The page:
The majority of the vocal recordings were done early, often with Sanders and De Micco video-taping the sessions to send to the animators, who used the footage of the actors as inspiration for the animation of their characters' facial expressions. "It's really comforting because I'm pretty expressive," says Stone. "It's nice to see that the character benefited from the insanity that happens on my face."
Cage even noticed a sly reference to his Academy Award-winning performance in 1995's Leaving Las Vegas: "There's one moment in the movie where I thought, 'Haven't I seen that somewhere before?', and Grug is levitating his hand on top of the sabre-toothed tiger and he's not sure whether to pet it or not. And finally he does. And I went, 'Wasn't that in Leaving Las Vegas? Didn't I have my hand floating on top of Elisabeth Shue's back? Do I fall in love or don't I?'; and I was, like, 'Wow, that's attention to detail'."
Now on the fifth animated project of his career - with past efforts including Astro Boy and G-Force - 49-year-old Cage claims that "all the elements came together in a way that I'm very proud of" on The Croods. Yet he's not afraid to admit that recording the dialogue - often done alone, without other cast members - was difficult. "It is a claustrophobic experience because you're [recording] in a little box. It looks like an aquarium. And you have a microphone and everyone's watching you and telling you to make this character."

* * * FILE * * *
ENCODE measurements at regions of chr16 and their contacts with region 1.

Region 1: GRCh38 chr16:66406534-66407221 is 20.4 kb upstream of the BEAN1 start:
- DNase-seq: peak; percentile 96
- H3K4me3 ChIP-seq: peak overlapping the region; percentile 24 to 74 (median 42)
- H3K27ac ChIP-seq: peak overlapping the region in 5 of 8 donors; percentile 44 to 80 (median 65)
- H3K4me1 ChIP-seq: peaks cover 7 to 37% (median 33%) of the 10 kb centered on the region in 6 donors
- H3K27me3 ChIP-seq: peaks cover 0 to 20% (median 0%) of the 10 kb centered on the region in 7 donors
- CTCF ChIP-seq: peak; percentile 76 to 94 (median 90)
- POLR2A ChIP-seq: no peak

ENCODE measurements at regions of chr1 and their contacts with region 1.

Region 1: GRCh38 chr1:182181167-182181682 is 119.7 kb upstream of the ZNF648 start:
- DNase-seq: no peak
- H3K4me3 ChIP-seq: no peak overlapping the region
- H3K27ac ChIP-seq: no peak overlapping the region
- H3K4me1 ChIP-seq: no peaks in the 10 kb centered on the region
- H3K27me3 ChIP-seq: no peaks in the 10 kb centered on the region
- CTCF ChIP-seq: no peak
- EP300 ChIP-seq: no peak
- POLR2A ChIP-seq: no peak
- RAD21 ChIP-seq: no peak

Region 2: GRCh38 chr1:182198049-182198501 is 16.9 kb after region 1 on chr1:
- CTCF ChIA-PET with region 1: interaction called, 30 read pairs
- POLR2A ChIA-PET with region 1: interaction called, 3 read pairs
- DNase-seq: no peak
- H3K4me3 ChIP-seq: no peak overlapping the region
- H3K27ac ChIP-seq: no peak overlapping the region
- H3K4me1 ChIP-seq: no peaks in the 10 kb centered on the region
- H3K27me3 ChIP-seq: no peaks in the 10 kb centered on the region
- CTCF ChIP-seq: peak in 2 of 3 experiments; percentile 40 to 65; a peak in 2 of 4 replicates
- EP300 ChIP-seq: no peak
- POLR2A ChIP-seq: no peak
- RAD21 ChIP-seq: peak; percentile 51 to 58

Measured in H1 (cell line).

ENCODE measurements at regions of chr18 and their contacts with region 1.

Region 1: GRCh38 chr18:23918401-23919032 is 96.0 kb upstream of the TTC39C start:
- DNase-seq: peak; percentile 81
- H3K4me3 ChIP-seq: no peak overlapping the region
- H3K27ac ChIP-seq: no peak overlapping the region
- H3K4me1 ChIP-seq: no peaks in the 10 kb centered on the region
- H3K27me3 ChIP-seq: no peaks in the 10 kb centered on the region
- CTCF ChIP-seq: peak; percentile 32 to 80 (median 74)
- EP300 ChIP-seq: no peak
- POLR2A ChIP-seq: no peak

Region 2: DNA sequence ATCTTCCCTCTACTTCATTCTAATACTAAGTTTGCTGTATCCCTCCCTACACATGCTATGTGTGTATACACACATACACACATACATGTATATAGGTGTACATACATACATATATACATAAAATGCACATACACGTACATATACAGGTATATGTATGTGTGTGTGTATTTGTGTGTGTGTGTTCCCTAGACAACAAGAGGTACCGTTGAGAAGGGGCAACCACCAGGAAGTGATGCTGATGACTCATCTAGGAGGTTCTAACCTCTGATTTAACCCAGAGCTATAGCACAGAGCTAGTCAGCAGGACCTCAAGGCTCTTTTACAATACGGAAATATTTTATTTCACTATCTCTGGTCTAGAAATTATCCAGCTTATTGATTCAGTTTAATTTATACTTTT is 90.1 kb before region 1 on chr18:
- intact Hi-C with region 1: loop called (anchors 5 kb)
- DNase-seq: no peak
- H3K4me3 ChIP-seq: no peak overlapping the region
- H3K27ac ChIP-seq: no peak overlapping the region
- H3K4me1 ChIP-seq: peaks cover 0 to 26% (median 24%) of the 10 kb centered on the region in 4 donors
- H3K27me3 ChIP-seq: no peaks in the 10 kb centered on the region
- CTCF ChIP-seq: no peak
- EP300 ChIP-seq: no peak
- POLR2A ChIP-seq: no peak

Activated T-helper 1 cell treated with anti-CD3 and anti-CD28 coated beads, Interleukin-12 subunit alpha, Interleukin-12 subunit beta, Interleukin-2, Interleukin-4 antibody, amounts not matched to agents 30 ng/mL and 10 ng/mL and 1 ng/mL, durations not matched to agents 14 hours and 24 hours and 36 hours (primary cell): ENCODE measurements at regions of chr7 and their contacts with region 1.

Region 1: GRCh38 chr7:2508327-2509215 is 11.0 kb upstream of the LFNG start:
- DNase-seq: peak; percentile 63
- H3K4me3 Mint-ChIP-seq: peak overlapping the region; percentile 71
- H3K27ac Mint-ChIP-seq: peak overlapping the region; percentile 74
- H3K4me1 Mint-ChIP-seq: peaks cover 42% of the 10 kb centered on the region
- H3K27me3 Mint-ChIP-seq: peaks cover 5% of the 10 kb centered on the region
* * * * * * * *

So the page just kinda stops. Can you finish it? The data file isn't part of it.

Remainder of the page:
Stone, whose only previous voiceover work was in the live-action canine tale Marmaduke, concurs. "It's really interesting to go through something where you're running from rock to rock, and you're jumping and swinging and climbing and snarling - and none of it is actually going on. And it feels like you're in a refrigerator box." Nonetheless, she found it an eye-opening experience. "I had no idea it'd be so physical and such a blast."
Fortunately, the stars had help from the animation department, with each character's physicality inspired by the movements of a particular animal.
Eep's feline grace came from a cat. Grug's lumbering gestures derived from that of a silverback gorilla - as well as the hulking, hairy French rugby player Sébastien Chabal. Sandy was inspired by a terrier puppy. And the grandmother? "She was modelled after an alligator," Sanders says.
Replete with frenzied, feverish action scenes - notably where the family chase an egg-stealing creature as if playing an American football match - The Croods is a fast and furious tale. The underlying seriousness, the "deep, emotional ballast" as Sanders calls it, is all but hidden. Perhaps because they kept urging the crew to have fun. "We knew this [serious side] was going to work best if the other parts of the film were light, so we were always urging the animators to relax."
How the film will fare at the box office remains to be seen, but if past form is anything to go by, it's looking good. The Ice Age animated films collectively grossed more than US$3.5 billion. The way Stone sees it, The Croods has something for everyone. "Obviously kids can relate to Eep or Thunk … or Sandy if they're insane. And I think parents can relate to feeling the need to protect their young and not wanting them to stray too far from the nest."
As long as they stray to the cinemas, DreamWorks will be happy.
The Croods opens on Thursday